The report of the bipartisan Iraq Study Group, issued in December 2006, found that the military's efforts and resources devoted to human intelligence collection in Iraq are inadequate. "They are not doing enough to map the insurgency, dissect it, and understand it on a national and provincial level," the group found.
Because the military lacks agents and sources, and thus precise intelligence, "You end up throwing big what we called 'block parties'-searching hundreds of homes in a night to find that holy grail: that one guy. And in the process, you ticked off a lot of people," says an Army officer who commanded a brigade in Baghdad. The net result, he says, is that Iraqis who might have been on the fence about helping Americans will help the enemy. Galula called it the "vicious cycle" that arises when the military's actions turn the population against it, and soldiers then view the population as hostile, leading them to make more mistakes that alienate the population even further.
"It's curious to me that, at the five-year mark in this war, we still get our best [human intelligence] not from the conventional technique, that is, by sending agents in to penetrate their networks, but rather by slicing up parts, small bits, of their network and detaining those guys and getting the [human intelligence] as part of the interrogation process," said Army Lt. Gen. Douglas Lute, director of operations for the Joint Chiefs of Staff, during a Nov. 15 speech sponsored by the Association of the U.S. Army's Institute of Land Warfare. "It's a clumsy way to do [human intelligence], and it is not very effective." He said the military is hindered by a lack of language and cultural expertise.
In the early 1970s, the British army made many of the same mistakes in its fight against Irish Republican Army guerrillas in Northern Ireland, says Andrew Garfield, a retired British military and civilian intelligence officer. The British army operated with imprecise intelligence and favored internment sweeps and poorly targeted cordon-and-search operations that did little more than alienate the citizenry. The British began to make real progress only after they painstakingly built a detailed picture of the IRA and its network of supporters. That allowed the British to then infiltrate the IRA with their spies. The effort took many years, Garfield says, and the IRA was much, much smaller than the Iraqi insurgency.
The U.S. Army also is particularly hobbled by a Cold War-style, top-down intelligence structure, said Maj. Gen Thomas Turner, commander of the 101st Airborne Division, on Oct. 10 at the Association of the U.S. Army annual convention in Washington. All the intelligence collection and analysis expertise is concentrated at the higher command levels. To be effective, "counterinsurgency warfare requires inverting that pyramid" and pushing the intelligence experts to the lowest levels, he added.
'Target the Network'
An officer who commands Special Operations forces in Iraq and Afghanistan says his troops weren't burdened by the same restrictions that govern the regular Army. They used only precise intelligence they gathered themselves by running their own networks of informants. One of the first things Special Operations units did when the insurgency began in Iraq in 2003 was create scout platoons of Iraqis, "I-scouts," whom they taught targeting and tracking techniques and sent out to gather intelligence. I-scouts proved highly effective. The officer, who, because of the sensitivity of his position, preferred to remain anonymous, says the regular Army might get the same intelligence, but because of its hierarchical structure, that information doesn't filter down to companies and platoons on the street.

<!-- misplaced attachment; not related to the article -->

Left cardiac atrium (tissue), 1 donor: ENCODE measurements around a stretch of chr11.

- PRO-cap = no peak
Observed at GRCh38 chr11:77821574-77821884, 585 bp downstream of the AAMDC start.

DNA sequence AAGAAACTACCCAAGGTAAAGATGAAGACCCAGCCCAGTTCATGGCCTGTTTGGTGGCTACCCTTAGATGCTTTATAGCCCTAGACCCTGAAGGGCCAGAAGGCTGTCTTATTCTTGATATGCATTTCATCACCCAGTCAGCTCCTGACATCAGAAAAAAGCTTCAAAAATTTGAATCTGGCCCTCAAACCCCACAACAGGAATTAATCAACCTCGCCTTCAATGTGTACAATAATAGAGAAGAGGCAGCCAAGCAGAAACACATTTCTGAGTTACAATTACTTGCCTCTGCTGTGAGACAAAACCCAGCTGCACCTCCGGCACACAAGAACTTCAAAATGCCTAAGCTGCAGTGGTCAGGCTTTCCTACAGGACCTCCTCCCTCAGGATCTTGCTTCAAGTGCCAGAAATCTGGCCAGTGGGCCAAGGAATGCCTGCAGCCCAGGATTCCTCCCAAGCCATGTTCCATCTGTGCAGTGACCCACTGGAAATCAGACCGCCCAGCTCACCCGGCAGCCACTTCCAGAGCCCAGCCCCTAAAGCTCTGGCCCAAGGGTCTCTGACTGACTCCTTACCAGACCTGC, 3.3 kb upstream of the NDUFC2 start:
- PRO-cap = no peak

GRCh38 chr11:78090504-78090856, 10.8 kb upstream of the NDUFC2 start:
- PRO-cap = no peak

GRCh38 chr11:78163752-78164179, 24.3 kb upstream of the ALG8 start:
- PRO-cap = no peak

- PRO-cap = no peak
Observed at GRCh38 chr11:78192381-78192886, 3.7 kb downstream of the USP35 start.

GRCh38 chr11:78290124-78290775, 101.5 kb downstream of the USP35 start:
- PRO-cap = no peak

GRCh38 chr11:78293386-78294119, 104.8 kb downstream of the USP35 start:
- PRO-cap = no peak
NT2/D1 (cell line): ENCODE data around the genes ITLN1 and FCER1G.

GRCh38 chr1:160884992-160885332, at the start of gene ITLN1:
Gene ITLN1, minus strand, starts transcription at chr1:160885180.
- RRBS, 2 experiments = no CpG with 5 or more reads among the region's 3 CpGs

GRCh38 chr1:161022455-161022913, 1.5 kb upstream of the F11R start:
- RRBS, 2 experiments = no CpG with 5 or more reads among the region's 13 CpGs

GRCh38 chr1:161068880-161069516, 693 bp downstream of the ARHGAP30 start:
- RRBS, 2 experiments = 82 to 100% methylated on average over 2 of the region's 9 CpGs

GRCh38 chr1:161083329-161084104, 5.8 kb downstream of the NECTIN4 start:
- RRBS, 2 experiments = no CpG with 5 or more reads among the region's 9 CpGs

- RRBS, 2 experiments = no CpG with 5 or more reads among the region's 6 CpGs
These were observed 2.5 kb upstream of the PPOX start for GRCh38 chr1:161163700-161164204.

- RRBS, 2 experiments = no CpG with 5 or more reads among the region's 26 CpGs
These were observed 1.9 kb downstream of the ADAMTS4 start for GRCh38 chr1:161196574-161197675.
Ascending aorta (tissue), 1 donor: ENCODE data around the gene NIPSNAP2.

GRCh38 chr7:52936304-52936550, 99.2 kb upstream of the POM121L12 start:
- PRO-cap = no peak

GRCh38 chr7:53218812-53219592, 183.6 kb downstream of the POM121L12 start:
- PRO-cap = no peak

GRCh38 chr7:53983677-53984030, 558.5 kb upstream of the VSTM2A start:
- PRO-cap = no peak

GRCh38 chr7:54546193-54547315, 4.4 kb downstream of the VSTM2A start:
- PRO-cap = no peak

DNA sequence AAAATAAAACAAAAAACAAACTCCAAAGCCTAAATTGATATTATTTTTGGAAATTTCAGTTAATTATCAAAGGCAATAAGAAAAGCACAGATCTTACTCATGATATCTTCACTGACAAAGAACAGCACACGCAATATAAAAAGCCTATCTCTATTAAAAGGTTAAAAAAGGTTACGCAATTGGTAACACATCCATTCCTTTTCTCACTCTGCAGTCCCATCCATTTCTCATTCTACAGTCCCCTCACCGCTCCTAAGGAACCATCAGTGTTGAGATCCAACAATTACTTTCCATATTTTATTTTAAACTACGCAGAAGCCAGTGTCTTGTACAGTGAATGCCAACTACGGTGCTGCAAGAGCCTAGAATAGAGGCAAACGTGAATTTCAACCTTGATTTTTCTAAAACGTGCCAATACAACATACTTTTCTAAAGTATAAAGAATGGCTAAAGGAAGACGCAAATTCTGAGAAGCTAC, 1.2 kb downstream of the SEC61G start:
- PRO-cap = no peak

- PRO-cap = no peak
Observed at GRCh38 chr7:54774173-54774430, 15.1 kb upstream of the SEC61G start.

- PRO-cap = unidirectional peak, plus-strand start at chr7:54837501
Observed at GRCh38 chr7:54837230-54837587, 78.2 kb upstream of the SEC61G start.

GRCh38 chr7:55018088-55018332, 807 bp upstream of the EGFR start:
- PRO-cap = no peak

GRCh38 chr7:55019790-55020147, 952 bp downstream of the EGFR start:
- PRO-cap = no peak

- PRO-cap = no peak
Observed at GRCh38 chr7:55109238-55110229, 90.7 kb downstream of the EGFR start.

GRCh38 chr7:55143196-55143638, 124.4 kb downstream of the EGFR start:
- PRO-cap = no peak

While the counterinsurgency manual says additional intelligence analysts are needed at the battalion and brigade level, too few are called for, experts say, and there's no recommendation to push them all the way down to units patrolling the streets.
Meanwhile, the Army is adding intelligence operatives, but not in sufficient numbers or fast enough. Speaking at a defense communications conference on Nov. 1, Collin Agee, the Army's intelligence director, said the service had doubled the number of personnel trained in human intelligence, adding 2,400 people since the beginning of the Iraq war.
But the numbers allocated to combat units remain low. Agee said Army brigades that used to have eight intelligence experts would increase that number to 30 by 2011. Battalions would add five operatives each, bringing them to nine by 2011.
Comparing these numbers with the British army in Northern Ireland is instructive. Garfield says the British inverted their traditional ratios of intelligence professionals who support regular soldiers. Whereas a typical 5,000-person British brigade would have six to eight intelligence professionals, equivalent units in Northern Ireland had up to 500. And intelligence professionals could not be on short-term rotations. The majority served for at least two years, he says, while those in the most sensitive areas stayed in place even longer.
The Iraq Study Group found that there are fewer than 10 analysts at the Defense Intelligence Agency with more than two years of experience in analyzing the insurgency, and capable analysts are rotated to new assignments much too frequently.
The new catchphrase in military intelligence circles is: "Target the network." The intent is to penetrate Iraqi insurgent cells and attack them from the inside out. But until the military develops the expertise, enlarges the human intelligence corps and allows military commanders on the ground to develop their own sources, that goal is likely to remain unattainable.
Galula knew that only the locals could provide the intelligence the French required to penetrate insurgent networks. But the locals would not throw in with the French unless they feared them less than the rebels, whose cells always were watching, Galula wrote. "Not until these cells were destroyed could the French hope to break through that barrier of silence."